Providing an API doesn't automatically grant "unprecedented developers access to a users device".
An API gives an app the ability to control certain functions of the device. Apple can write the API to prevent usage data from going to an unauthorized device (Developer).

Screentime collects the child's usage data and provide it to an authorized device (parent's device in this case). That is a transfer between authorized/authenticated devices.
[doublepost=1556744901][/doublepost]
You only need the child's device in hand for the initial setup, which really isn't that hard. Took 5 minutes. After that, everything can be done remotely.


You can do the same thing with Screentime.

Seems like it's you who doesn't understand what an API does. An API exposes methods to access data. There is no way of preventing the app from using the API to get data, yet prevent the developer from also seeing that data. That is why developers are limited in how they can use Touch ID, for example. Touch ID can authorize a log in, but the developer has no access to the fingerprint or user's data associated with the fingerprint.

That would be infeasible with screen time since the third-party app needs the data to do its job.
 

rjohnstone

macrumors 68040
Dec 28, 2007
3,773
4,173
PHX, AZ.
I know what an API does.

MDM gives developers "unprecedented access". These developers were using MDM. Do you think they'll be happy with restricted APIs from Apple that offer a very limited subset of what they were used to getting before?

For example, I mentioned the phone log or text messages. Apple doesn't allow developers access to these areas because of the potential for abuse. One of the selling features of Qustodio (one of the companies who filed a complaint with the EU) is the ability to monitor calls and messages. That ability will never exist for developers.
Fair enough... guess I misunderstood your comment.
 

realtuner

Suspended
Mar 8, 2019
1,714
5,053
Canada
Apple finds it very hard to give up control. It is both a strength and a weakness.

I just find Apple very methodical (and slow). It's not so much giving up control as it is granting access while maintaining security/privacy. Apple often adds a new feature with limited support at the beginning and then opens up to add additional features later on (look at NFC, which only worked with Apple Pay at the beginning).
 

az431

Suspended
Sep 13, 2008
2,131
6,122
Portland, OR
Tim Apple wants to continue to sell and sell more devices. Apple thinks that children and adults should have equal command of the device, otherwise locking down individual settings would be far more easier. And as a parent, I want to monitor each and every text message to avoid abuse. As the child grows, the restrictions fall away. Just like when I learned to drive the car: as I got better, I could go further for longer.

It is true that I could simply take the phone away. My generation used to have a pay phone to call home and get a ride after sports or clubs. Good luck finding a working pay phone today. The rules have changed in favor of individual devices. I looked at simple "dumb phones" and they cost a couple bucks less with my carrier.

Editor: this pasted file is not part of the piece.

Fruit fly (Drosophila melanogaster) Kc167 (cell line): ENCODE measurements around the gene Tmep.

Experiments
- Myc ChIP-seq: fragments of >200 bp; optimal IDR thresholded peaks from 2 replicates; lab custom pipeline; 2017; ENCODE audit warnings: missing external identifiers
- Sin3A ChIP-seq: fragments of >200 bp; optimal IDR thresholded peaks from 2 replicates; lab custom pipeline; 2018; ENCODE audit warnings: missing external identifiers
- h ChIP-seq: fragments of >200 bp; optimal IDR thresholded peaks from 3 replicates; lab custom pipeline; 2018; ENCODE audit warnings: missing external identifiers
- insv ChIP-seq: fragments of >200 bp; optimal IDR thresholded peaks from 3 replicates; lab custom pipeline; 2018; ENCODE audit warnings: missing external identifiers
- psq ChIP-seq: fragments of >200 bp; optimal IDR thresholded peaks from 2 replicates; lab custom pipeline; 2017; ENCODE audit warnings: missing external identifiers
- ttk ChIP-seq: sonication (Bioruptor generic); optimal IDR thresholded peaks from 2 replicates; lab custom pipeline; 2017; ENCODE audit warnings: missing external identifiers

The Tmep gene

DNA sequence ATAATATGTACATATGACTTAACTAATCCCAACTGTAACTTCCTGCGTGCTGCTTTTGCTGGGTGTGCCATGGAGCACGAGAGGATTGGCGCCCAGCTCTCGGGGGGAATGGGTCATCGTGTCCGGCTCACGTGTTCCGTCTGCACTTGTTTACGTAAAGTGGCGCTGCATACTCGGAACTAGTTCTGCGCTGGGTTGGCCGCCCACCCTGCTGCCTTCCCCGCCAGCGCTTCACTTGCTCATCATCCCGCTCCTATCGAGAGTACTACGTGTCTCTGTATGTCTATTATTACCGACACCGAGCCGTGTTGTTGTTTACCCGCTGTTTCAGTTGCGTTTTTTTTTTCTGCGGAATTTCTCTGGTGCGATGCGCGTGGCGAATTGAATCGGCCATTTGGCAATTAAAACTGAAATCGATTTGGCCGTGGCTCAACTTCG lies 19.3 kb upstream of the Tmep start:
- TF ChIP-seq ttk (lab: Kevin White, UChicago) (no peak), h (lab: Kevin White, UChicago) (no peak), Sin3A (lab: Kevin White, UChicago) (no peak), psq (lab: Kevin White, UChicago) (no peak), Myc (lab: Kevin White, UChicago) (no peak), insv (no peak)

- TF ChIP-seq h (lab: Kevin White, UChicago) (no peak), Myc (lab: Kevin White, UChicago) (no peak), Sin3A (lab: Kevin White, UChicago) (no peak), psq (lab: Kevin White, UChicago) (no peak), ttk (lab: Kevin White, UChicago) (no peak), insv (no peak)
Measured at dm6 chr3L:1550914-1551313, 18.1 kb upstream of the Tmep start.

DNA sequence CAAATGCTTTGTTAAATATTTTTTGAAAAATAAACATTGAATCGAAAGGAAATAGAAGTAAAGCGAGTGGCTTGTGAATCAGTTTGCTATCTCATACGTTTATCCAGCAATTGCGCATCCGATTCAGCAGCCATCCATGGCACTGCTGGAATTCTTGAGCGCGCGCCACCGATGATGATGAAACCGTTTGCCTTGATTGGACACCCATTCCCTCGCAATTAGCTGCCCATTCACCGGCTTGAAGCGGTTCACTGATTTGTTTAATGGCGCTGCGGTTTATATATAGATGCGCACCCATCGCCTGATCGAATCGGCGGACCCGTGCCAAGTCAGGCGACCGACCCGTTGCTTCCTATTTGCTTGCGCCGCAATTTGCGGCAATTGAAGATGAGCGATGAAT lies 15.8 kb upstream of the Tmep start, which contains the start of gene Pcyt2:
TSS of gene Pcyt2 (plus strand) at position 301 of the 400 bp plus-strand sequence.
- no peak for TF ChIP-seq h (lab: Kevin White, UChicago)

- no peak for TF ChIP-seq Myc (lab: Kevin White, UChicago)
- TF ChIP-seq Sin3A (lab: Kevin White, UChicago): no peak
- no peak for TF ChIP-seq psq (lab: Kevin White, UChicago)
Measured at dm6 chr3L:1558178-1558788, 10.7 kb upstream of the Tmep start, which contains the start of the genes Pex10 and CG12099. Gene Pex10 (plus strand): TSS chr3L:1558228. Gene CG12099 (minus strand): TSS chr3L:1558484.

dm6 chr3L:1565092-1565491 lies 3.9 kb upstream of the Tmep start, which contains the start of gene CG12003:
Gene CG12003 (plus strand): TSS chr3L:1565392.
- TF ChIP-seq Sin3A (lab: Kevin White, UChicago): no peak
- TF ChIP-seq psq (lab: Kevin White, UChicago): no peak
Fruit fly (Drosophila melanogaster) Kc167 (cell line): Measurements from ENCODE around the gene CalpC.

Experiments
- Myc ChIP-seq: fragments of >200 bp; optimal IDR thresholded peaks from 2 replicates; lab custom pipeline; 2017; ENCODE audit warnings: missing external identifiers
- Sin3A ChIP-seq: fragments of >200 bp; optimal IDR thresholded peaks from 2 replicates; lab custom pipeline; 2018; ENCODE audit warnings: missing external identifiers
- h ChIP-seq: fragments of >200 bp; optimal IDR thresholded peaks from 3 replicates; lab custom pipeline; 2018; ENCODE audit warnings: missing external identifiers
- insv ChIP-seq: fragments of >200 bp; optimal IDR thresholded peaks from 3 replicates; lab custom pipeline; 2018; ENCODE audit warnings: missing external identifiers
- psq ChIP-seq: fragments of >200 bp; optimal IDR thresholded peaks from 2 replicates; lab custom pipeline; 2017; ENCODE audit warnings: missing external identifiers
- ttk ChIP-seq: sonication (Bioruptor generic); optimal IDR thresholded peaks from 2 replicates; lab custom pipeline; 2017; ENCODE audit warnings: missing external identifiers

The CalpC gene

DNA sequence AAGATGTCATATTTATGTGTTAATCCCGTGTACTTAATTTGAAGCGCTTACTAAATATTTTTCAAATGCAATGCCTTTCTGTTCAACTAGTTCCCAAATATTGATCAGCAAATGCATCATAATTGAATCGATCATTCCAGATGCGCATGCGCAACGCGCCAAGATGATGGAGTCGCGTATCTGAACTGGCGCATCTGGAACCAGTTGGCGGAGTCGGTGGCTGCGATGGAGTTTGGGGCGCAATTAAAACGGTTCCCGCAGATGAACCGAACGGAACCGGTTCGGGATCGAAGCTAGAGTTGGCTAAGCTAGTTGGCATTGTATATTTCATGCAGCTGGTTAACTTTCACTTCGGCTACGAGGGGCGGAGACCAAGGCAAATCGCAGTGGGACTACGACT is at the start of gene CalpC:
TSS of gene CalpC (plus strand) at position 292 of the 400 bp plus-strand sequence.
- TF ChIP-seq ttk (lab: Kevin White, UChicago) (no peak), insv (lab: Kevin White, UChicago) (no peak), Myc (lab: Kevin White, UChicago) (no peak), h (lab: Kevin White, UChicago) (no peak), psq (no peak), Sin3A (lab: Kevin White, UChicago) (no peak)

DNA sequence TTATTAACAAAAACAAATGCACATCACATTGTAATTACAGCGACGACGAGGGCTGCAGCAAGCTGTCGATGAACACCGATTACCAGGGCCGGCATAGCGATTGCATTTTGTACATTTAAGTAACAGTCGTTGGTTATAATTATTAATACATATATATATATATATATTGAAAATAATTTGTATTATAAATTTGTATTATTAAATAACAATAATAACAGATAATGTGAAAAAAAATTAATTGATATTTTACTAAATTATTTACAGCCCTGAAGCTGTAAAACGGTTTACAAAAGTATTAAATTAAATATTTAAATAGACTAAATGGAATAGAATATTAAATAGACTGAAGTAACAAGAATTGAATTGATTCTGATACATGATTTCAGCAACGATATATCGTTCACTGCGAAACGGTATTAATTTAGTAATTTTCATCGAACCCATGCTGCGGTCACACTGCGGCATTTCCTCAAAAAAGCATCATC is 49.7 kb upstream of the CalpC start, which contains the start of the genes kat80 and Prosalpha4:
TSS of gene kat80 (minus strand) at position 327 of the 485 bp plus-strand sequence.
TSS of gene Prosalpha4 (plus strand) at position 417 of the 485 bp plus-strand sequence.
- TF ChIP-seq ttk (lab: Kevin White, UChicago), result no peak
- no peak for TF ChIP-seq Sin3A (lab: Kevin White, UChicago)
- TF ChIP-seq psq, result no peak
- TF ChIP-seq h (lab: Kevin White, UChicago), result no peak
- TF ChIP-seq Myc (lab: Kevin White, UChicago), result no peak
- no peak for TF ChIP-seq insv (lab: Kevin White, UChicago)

A long time ago, perhaps around iOS 9, Apple should have made iOS multi-user. The current iOS setup of locking this and locking that and jumping screens around is sloppy.

Ideally, I would create an AppleID for my kid. Have an AppleID for me the parent. Setup the phone with parent AppleID, enable Managed Mode, specify authorized kid AppleIDs, and logout.

Phone would operate as a telephone and nothing smart -- no maps, no texting, nothing -- unless I present a username and password combination on the phone. That's how a landline works! Then, just like managed devices, be subject to the access controls of the account. A nice option would be to have a configurable "log out" time, so that no texting hours could be enforced.

Everything on the kid's phone would be managed by my account on the web. Apps. Facetime. Texting. Bandwidth allowed. Music. All of these configurations would be stored in a "profile" that would reside in the cloud, and brought down when the account is created on the phone. Check for updates when in WiFi mode, or upon each phone restart.

The problem with what you describe is that there is no way to distinguish between parents/kids and criminals who would use the above mechanism for nefarious purposes, which is precisely why it doesn't exist, yet.
 

dannyyankou

macrumors G4
Mar 2, 2012
10,884
21,717
Westchester, NY
That’s a reasonable compromise I think.
[doublepost=1556747633][/doublepost]
So, they want Apple to create APIs that give developers unprecedented access to a users device and how they use it?

Not gonna happen. Apple doesn’t even give developers access to your phone call log or text messages, and they think Apple will allow this?
It can be similar to location services where you’re prompted that an app wants access, and you need to approve.